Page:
Schwaben Pressure Brake Bleeder Saga
Having a pressurized brake bleeder has been a revelation; in the past, it was always a chore convincing the wife (now ex-wife), girlfriend, or random neighbor to pump and hold a brake pedal. While the Schwaben pressure bleeder is very nice, the supplied composite plastic reservoir cap fit my master cylinder filler neck poorly, leading me to believe that the thread pitch was off. I did manage to get it to work, but I have subsequently heard from other Schwaben pressure bleeder users who have had similar fitment issues; some have even had the cap pop off during use, dousing their cars with brake fluid.
I purchased the Schwaben tool from ECS Tuning, and while I have generally been pleased with their service, they did not respond to two separate E-Mail queries concerning the cap issue. However, I did find that the Schwaben "Premium" brake bleeder includes a billet aluminum cap which can be purchased separately, so I rolled the dice and ordered one in the hope that premium might mean "properly threaded, non-leaking reservoir cap". Nope.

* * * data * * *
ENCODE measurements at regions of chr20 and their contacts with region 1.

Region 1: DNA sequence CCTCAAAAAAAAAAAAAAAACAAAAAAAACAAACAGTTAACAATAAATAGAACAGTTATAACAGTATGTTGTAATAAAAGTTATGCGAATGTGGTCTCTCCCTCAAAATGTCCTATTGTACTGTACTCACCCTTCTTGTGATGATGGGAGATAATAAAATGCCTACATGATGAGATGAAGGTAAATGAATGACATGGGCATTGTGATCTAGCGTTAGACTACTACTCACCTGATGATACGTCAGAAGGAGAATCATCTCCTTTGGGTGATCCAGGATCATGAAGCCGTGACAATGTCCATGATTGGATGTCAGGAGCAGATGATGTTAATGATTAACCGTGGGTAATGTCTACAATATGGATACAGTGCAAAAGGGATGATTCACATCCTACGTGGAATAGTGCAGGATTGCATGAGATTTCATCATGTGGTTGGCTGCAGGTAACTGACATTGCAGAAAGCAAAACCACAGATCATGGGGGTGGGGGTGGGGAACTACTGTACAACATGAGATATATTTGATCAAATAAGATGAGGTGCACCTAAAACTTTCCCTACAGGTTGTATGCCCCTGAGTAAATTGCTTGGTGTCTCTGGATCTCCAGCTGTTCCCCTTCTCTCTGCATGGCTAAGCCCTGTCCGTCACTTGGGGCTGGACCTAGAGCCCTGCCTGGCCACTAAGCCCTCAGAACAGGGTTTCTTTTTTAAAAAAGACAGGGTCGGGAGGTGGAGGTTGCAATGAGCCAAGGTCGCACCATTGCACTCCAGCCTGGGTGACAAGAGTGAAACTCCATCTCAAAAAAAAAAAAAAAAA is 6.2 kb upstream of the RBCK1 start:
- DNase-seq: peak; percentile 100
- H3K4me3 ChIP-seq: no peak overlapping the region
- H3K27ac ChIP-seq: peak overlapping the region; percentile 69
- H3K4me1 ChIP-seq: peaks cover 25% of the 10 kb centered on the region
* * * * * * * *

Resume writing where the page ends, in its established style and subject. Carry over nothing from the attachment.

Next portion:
I quickly determined that the shiny red anodized billet aluminum cap fit just as badly as the basic black composite plastic version. The thread pitch appeared to be correct, so it was time to break out the calipers; the inside diameter of the Schwaben cap was 2 millimeters smaller in diameter than the outside diameter of the threaded portion of the master cylinder. While such an I.D. vs. O.D. measurement doesn't take thread engagement into account, it seemed that the problem and solution were obvious; I need to open up the I.D. of the cap a millimeter or so, effectively whittling down the peaks of the cap threads, while still maintaining good thread engagement.
After a few episodes of milling and test fitting, the cap finally threaded smoothly onto the master cylinder filler neck and the cap gasket imprinted with a wet ring of brake fluid around the entire perimeter, indicating that it was sealing properly against the top of the filler neck.